Participating in ALS Research
***This article is authored by the Co-Chair of the Familial-ALS Community Team at I AM ALS, Jean Swidler. To learn more about this team and join members in taking action, click here.
Finding cures for ALS is our long-term goal. But right now, we (the people who are at risk of familial ALS) urgently seek answers to some basic questions, such as:
- If we carry an ALS-related gene mutation, when will we develop ALS?
- Are there changes we can make to our lifestyle or environment that could lower our chances of developing ALS?
- Is there a way to detect that ALS is starting to manifest before any major symptoms develop?
There are no definite answers to these questions now, but people in Familial ALS families have the option to help researchers get closer to answers in a significant way: by participating in research. Eligibility requirements for research studies vary. Inclusion/exclusion criteria depend on the study goals and the population needed to attain them. The I AM ALS Familial ALS Community Team co-created a dashboard, ALS Signal, which outlines available genetic ALS observational studies taking place across the U.S.
As gene carriers and people at risk of ALS, our bodies hold the clues to what causes ALS. We have the unique potential to provide data to researchers as to what the very early stages of ALS look like. Our participation in studies advances the science of ALS. It furthers the goal of finding treatments and cures for the disease we all share the risk of developing. Through participation, we can feel very powerful as we are contributing to the shared goal.
In addition to contributing information toward answering questions we share about this disease, there are other practical benefits that some participants may find in their studies:
- Being seen by a neurologist one to two times a year could help you to feel confident that you are not showing any signs of ALS. If you are demonstrating or experiencing any symptoms, your study’s doctor will let you know.
- Most studies also provide genetic counseling to help you contemplate if you would like to know your genetic status and will provide genetic testing if you ask for it. Discussing genetic testing with a licensed genetic counselor can also provide clarity and guidance.
All research studies require written, informed consent. During this process, a study team member will review the research protocol and answer any questions you may have. Ask questions to understand how your personal information will be used prior to participating in research. For example, ask whether it will be recorded as anonymized research data, or whether it will be documented in your medical record. You can schedule a time to talk to the study’s research coordinator to gather this information. Additionally, you should discuss the possibilities of any side effects, discomfort, or risk involved in the study.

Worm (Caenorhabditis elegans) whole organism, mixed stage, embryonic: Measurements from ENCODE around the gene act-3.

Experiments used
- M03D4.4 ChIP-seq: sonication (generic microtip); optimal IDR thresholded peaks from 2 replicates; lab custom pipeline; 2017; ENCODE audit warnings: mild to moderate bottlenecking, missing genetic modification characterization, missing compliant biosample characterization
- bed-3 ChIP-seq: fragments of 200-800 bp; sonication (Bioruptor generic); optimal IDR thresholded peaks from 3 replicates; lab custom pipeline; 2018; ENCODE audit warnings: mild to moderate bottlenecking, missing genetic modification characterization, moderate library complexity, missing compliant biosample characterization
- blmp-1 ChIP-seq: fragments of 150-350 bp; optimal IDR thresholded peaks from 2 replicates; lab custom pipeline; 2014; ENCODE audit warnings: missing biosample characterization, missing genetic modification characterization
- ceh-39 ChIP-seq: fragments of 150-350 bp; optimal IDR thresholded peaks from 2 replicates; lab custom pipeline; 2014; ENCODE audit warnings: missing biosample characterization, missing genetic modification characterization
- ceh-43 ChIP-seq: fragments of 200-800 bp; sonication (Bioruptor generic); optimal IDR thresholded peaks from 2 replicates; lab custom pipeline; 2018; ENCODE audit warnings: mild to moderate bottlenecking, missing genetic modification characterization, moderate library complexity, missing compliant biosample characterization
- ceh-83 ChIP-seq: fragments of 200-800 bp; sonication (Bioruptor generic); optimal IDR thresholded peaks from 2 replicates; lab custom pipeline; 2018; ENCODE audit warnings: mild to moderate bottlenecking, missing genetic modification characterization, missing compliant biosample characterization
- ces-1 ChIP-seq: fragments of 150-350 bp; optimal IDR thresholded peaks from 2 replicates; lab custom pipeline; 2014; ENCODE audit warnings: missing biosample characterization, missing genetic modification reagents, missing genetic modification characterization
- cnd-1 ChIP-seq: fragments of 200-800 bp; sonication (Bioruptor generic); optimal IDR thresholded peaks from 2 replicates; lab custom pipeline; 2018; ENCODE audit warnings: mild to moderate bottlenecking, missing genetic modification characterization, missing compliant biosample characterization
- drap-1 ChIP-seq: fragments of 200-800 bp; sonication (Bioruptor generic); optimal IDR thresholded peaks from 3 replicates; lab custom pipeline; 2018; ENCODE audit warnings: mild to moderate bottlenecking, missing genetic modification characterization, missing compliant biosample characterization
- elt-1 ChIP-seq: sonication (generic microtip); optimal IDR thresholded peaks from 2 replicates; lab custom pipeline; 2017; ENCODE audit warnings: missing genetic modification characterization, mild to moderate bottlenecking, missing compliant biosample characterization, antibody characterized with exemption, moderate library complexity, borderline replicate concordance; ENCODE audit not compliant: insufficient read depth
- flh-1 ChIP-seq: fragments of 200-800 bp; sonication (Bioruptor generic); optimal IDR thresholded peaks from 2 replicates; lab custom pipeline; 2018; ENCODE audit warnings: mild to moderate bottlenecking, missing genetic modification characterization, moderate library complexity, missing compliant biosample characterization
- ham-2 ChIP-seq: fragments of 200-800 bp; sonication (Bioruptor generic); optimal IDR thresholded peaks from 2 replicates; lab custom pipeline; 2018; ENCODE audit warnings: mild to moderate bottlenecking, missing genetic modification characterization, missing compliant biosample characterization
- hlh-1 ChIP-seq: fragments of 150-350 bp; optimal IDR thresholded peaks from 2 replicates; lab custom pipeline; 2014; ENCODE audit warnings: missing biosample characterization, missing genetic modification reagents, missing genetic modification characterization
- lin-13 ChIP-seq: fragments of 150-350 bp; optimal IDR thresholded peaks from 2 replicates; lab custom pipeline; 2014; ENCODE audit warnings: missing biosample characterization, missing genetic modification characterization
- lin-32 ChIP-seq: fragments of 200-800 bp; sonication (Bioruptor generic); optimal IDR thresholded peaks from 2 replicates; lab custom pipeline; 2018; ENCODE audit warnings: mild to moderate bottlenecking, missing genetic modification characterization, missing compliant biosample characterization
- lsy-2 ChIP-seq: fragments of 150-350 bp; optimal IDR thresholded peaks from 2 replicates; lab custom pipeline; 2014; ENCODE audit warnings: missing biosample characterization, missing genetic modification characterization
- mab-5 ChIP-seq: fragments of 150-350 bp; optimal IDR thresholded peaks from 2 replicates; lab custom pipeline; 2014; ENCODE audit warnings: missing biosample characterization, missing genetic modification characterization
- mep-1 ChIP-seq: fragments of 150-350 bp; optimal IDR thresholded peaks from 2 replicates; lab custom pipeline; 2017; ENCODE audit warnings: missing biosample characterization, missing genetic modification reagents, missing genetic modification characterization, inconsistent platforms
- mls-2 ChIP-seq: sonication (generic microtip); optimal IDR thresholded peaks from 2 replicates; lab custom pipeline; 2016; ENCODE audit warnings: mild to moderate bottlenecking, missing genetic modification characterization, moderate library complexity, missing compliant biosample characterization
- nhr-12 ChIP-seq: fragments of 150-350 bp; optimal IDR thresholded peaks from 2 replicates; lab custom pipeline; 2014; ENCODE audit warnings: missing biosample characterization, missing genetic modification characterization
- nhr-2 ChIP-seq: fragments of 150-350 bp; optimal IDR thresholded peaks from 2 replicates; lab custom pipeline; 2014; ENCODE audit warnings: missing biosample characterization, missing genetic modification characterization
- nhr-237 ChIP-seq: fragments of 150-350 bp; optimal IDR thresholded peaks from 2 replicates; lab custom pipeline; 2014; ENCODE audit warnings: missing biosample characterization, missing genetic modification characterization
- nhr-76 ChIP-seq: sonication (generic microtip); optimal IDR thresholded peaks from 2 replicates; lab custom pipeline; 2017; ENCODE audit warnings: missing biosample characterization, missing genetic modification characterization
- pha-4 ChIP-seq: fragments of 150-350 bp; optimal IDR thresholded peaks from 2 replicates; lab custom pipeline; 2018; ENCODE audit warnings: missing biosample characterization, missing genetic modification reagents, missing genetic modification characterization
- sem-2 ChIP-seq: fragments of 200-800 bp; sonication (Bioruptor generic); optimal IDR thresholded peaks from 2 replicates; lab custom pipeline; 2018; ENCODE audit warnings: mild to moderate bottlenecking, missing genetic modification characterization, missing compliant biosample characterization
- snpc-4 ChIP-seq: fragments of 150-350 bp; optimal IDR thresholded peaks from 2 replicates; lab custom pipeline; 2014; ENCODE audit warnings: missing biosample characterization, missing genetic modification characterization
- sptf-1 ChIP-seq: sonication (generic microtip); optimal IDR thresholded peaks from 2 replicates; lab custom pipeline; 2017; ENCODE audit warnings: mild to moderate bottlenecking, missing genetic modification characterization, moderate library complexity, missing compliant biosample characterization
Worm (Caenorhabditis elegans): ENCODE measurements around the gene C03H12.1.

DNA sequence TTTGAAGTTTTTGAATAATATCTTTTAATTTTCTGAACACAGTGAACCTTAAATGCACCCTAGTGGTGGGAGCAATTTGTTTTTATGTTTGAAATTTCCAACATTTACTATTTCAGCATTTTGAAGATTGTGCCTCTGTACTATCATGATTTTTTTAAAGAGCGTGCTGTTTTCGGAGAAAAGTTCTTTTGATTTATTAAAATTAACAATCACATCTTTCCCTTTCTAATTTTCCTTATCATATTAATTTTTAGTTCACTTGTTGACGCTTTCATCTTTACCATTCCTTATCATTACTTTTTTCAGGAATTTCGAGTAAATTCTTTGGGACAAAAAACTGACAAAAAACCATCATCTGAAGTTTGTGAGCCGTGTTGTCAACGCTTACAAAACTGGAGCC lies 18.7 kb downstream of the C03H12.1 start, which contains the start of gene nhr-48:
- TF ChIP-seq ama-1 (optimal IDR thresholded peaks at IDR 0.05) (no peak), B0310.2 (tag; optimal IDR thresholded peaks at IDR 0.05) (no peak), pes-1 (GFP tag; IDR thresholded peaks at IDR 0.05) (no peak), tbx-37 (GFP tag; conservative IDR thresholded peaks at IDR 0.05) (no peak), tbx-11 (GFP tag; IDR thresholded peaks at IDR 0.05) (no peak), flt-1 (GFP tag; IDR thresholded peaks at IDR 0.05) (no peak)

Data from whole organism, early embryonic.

The future of our ability to end ALS depends on research. If you are open to participating in research, we encourage you to do so. In addition to furthering the science and moving us closer to treatments and cures, it can be empowering to feel like you are doing everything you can to end ALS. Your effort and commitment will make an impact!
Please review our list of observational studies for people at risk of genetic ALS on ALS Signal and reach out to them to sign up or to learn more! ALS Signal provides information on clinical research taking place around the world, clinical trials in the US and Canada, as well as genetic observational studies.
You might find these helpful:
ALS Signal – Explore ALS Clinical Research, Trials and Studies
This dashboard from I AM ALS shares active and upcoming clinical research, trials and studies for people with ALS.
10 Things to Know About ALS Genetic Testing
This article from ALS News Today shares ten important things to know about ALS genetic testing.